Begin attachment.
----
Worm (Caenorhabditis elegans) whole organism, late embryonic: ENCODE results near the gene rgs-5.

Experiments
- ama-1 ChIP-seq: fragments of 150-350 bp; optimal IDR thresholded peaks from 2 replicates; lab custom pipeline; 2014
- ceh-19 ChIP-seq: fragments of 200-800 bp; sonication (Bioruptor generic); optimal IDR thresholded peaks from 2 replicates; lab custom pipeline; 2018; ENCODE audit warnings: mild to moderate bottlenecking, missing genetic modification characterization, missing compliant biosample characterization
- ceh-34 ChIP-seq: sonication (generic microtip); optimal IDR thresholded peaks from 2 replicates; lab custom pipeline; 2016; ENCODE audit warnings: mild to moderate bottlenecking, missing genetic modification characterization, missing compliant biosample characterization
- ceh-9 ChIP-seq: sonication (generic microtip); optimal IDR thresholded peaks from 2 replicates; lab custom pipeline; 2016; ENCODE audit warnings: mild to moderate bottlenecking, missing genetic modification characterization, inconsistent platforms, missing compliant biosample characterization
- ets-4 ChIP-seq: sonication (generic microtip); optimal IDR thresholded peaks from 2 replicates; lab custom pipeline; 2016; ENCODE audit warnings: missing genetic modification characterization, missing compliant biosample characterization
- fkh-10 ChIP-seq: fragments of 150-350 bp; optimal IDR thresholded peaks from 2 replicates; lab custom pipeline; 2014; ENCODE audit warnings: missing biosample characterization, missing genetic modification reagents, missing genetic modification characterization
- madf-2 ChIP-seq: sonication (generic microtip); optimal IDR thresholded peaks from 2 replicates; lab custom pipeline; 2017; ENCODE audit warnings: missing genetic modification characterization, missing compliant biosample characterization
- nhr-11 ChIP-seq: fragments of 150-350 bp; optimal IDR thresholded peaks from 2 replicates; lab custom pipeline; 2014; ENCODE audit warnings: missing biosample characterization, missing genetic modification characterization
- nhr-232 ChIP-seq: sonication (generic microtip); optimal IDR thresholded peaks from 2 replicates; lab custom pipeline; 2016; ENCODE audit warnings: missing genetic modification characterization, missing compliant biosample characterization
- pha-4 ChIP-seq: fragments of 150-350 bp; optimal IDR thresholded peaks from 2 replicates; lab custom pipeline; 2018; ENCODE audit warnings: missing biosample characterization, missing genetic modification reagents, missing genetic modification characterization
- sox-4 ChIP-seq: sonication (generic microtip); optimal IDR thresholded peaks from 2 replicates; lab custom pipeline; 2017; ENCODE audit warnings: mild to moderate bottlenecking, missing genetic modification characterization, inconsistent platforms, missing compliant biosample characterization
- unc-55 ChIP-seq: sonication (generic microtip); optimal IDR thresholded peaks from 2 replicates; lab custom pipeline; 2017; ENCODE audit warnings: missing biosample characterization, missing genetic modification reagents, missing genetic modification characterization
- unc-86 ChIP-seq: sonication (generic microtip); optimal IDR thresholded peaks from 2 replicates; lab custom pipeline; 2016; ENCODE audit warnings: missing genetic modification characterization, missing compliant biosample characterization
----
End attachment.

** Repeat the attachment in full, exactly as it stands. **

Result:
Worm (Caenorhabditis elegans) whole organism, late embryonic: ENCODE results near the gene rgs-5.

Experiments
- ama-1 ChIP-seq: fragments of 150-350 bp; optimal IDR thresholded peaks from 2 replicates; lab custom pipeline; 2014
- ceh-19 ChIP-seq: fragments of 200-800 bp; sonication (Bioruptor generic); optimal IDR thresholded peaks from 2 replicates; lab custom pipeline; 2018; ENCODE audit warnings: mild to moderate bottlenecking, missing genetic modification characterization, missing compliant biosample characterization
- ceh-34 ChIP-seq: sonication (generic microtip); optimal IDR thresholded peaks from 2 replicates; lab custom pipeline; 2016; ENCODE audit warnings: mild to moderate bottlenecking, missing genetic modification characterization, missing compliant biosample characterization
- ceh-9 ChIP-seq: sonication (generic microtip); optimal IDR thresholded peaks from 2 replicates; lab custom pipeline; 2016; ENCODE audit warnings: mild to moderate bottlenecking, missing genetic modification characterization, inconsistent platforms, missing compliant biosample characterization
- ets-4 ChIP-seq: sonication (generic microtip); optimal IDR thresholded peaks from 2 replicates; lab custom pipeline; 2016; ENCODE audit warnings: missing genetic modification characterization, missing compliant biosample characterization
- fkh-10 ChIP-seq: fragments of 150-350 bp; optimal IDR thresholded peaks from 2 replicates; lab custom pipeline; 2014; ENCODE audit warnings: missing biosample characterization, missing genetic modification reagents, missing genetic modification characterization
- madf-2 ChIP-seq: sonication (generic microtip); optimal IDR thresholded peaks from 2 replicates; lab custom pipeline; 2017; ENCODE audit warnings: missing genetic modification characterization, missing compliant biosample characterization
- nhr-11 ChIP-seq: fragments of 150-350 bp; optimal IDR thresholded peaks from 2 replicates; lab custom pipeline; 2014; ENCODE audit warnings: missing biosample characterization, missing genetic modification characterization
- nhr-232 ChIP-seq: sonication (generic microtip); optimal IDR thresholded peaks from 2 replicates; lab custom pipeline; 2016; ENCODE audit warnings: missing genetic modification characterization, missing compliant biosample characterization
- pha-4 ChIP-seq: fragments of 150-350 bp; optimal IDR thresholded peaks from 2 replicates; lab custom pipeline; 2018; ENCODE audit warnings: missing biosample characterization, missing genetic modification reagents, missing genetic modification characterization
- sox-4 ChIP-seq: sonication (generic microtip); optimal IDR thresholded peaks from 2 replicates; lab custom pipeline; 2017; ENCODE audit warnings: mild to moderate bottlenecking, missing genetic modification characterization, inconsistent platforms, missing compliant biosample characterization
- unc-55 ChIP-seq: sonication (generic microtip); optimal IDR thresholded peaks from 2 replicates; lab custom pipeline; 2017; ENCODE audit warnings: missing biosample characterization, missing genetic modification reagents, missing genetic modification characterization
- unc-86 ChIP-seq: sonication (generic microtip); optimal IDR thresholded peaks from 2 replicates; lab custom pipeline; 2016; ENCODE audit warnings: missing genetic modification characterization, missing compliant biosample characterization